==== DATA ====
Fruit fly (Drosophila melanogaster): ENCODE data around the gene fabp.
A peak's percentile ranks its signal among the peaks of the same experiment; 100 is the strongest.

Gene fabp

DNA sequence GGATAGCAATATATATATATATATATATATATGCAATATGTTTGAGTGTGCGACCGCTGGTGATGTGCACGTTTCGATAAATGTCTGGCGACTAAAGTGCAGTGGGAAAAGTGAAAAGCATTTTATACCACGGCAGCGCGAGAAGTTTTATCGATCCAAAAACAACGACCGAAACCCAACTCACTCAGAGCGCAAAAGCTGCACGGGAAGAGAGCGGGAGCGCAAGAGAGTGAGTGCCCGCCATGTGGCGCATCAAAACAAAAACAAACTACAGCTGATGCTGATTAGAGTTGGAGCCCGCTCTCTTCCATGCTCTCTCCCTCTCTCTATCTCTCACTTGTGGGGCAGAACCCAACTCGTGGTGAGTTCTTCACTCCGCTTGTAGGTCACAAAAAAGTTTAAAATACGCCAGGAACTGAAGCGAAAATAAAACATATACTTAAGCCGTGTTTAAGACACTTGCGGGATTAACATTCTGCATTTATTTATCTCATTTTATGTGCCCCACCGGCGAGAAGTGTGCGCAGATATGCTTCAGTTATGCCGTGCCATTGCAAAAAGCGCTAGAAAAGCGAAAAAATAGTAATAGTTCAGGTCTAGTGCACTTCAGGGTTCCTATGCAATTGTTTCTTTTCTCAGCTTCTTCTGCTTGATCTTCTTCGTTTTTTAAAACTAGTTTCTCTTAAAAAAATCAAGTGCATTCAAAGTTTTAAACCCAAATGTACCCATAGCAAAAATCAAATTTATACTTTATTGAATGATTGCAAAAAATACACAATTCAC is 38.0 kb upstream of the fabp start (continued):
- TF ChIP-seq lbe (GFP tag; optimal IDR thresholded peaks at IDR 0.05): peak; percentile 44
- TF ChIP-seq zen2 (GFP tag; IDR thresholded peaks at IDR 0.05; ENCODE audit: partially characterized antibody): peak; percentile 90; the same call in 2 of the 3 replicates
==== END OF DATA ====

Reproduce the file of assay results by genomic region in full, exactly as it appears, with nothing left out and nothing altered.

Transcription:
Fruit fly (Drosophila melanogaster): ENCODE data around the gene fabp.
A peak's percentile ranks its signal among the peaks of the same experiment; 100 is the strongest.

Gene fabp

DNA sequence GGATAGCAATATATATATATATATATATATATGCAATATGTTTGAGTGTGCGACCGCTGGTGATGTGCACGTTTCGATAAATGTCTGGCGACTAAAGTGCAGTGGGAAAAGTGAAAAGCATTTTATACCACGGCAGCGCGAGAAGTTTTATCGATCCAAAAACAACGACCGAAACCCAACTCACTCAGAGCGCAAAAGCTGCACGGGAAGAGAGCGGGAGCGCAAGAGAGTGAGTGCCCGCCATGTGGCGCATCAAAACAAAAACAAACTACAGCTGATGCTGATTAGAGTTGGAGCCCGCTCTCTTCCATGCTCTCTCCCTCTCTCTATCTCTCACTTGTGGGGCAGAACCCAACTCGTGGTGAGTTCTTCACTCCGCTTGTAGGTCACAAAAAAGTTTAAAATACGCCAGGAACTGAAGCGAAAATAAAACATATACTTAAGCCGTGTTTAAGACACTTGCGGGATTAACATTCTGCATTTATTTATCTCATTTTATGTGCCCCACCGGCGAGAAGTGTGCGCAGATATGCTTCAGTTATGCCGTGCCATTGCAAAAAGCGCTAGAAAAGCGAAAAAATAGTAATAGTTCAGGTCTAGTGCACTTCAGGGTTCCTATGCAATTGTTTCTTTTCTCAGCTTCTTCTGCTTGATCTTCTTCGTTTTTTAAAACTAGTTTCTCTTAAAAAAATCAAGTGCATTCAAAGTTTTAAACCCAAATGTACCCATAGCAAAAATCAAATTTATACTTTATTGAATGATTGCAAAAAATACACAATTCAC is 38.0 kb upstream of the fabp start (continued):
- TF ChIP-seq lbe (GFP tag; optimal IDR thresholded peaks at IDR 0.05): peak; percentile 44
- TF ChIP-seq zen2 (GFP tag; IDR thresholded peaks at IDR 0.05; ENCODE audit: partially characterized antibody): peak; percentile 90; the same call in 2 of the 3 replicates